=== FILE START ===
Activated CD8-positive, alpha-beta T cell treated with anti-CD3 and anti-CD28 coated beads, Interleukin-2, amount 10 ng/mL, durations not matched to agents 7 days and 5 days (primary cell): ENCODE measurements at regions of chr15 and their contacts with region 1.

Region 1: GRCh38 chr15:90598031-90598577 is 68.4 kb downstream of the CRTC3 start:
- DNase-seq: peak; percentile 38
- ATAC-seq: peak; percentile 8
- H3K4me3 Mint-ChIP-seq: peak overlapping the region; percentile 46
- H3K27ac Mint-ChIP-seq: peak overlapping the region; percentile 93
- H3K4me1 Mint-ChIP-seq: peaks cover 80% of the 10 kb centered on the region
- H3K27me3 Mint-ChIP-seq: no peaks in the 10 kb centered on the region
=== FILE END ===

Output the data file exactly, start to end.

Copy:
Activated CD8-positive, alpha-beta T cell treated with anti-CD3 and anti-CD28 coated beads, Interleukin-2, amount 10 ng/mL, durations not matched to agents 7 days and 5 days (primary cell): ENCODE measurements at regions of chr15 and their contacts with region 1.

Region 1: GRCh38 chr15:90598031-90598577 is 68.4 kb downstream of the CRTC3 start:
- DNase-seq: peak; percentile 38
- ATAC-seq: peak; percentile 8
- H3K4me3 Mint-ChIP-seq: peak overlapping the region; percentile 46
- H3K27ac Mint-ChIP-seq: peak overlapping the region; percentile 93
- H3K4me1 Mint-ChIP-seq: peaks cover 80% of the 10 kb centered on the region
- H3K27me3 Mint-ChIP-seq: no peaks in the 10 kb centered on the region